(2) Creates a hazardous or physically dangerous condition by any act which serves no legitimate purpose of the actor.
b. Offensive language. A person is guilty of a petty disorderly persons offense if, in a public place, and with purpose to offend the sensibilities of a hearer or in reckless disregard of the probability of so doing, he addresses unreasonably loud and offensively coarse or abusive language, given the circumstances of the person present and the setting of the utterance, to any person present.
"Public" means affecting or likely to affect persons in a place to which the public or a substantial group has access; among the places included are highways, transport facilities, schools, prisons, apartment houses, places of business or amusement, or any neighborhood.
In State v. Paserchia, 356 N.J. Super. 461, 466 (App.Div.2003) the Appellate Division found that Chapter 33 of the New Jersey Criminal Code “reveals a policy to comprehensively address street behavior and other conduct in public places which may disturb citizens and disrupt peaceful society.” The Legislature, the court found, recognized the tension between controlling “street behavior” and safeguarding citizens’ free speech and assembly rights. Therefore, it decided to regulate “street behavior” so comprehensively at the state level that there was no room left for local regulation of the same conduct. For this reason, ordinances like Wildwood's §4-2.7 cannot stand.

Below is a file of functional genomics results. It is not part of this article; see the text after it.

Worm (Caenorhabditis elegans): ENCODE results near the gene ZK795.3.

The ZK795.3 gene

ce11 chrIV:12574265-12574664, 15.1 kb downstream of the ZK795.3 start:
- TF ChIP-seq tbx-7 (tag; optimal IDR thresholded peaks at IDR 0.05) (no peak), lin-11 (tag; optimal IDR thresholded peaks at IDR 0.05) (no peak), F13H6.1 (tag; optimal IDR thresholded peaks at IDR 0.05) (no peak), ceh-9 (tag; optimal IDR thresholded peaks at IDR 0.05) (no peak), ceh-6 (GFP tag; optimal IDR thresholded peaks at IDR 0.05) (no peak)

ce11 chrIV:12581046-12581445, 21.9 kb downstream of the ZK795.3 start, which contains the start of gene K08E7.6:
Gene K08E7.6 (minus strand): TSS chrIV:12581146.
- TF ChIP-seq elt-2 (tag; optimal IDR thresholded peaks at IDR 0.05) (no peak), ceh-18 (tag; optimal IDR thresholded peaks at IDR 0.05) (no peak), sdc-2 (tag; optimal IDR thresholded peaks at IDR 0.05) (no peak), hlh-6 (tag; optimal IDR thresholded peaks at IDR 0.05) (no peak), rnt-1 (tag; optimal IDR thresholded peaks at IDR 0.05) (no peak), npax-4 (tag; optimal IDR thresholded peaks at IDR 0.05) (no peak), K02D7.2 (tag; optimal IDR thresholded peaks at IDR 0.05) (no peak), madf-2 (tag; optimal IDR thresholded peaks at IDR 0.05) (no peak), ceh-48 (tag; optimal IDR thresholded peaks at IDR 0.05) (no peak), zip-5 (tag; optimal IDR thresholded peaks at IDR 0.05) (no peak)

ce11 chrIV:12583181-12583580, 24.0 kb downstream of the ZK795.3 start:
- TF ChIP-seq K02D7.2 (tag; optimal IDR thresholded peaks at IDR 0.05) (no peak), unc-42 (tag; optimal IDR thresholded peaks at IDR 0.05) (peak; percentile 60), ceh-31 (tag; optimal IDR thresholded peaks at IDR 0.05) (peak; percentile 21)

Moreover, it would not be proper for Wildwood to be allowed to prohibit certain types of conduct per se when the the Criminal Code requires the state to prove that the defendant acted either "recklessly" or "with purpose to cause public inconvenience."  "[T]he inconsistency between the culpability standards of N.J.S.A. 2C:33-2.1 and the . . . ordinance only underscores the point that the Code and the local ordinance deal with the same criminal conduct in a different manner, and consequently the ordinance is preempted."  State v. Felder, 329 N.J.Super. 471, 475 (App. Div. 2000).

In sum, Blanda was wrongly allowed to plead guilty to a municipal ordinance instead of having to contest the statutory charges.  This plea agreement gave Blanda some significant benefits:
  • Freedom from having a statutory conviction that can be detected if a future prospective employer, licensing agency or volunteer organization seeks criminal history record information (CHRI).
  • Statutory disorderly and petty disorderly persons convictions cannot be expunged from a defendant’s record until at least 5 years after the conviction while municipal ordinance convictions can be expunged after 2 years.  N.J.S.A. 2C:52-3 and 4.
  • Avoidance of $50 Violent Crimes Compensation Board and $75 Safe Neighborhoods Services Fund assessments that those who are convicted of statutory offenses must pay.
These benefits motivate offenders such as Blanda to plead guilty and pay hundreds of dollars in fines and costs to the City. The City, of course, is happy to have this lucrative stream of revenue and the municipal prosecutors and judges are appreciative of the guilty pleas because they don’t have to conduct trials, which are sometimes time-consuming and difficult.

The loser in this cozy arrangement, however, is the integrity of the criminal justice system.  This deal-making undoubtedly gives the public the perception that the Stone Harbor Municipal Court is more akin to the “Let’s Make a Deal” game show than a serious judicial entity.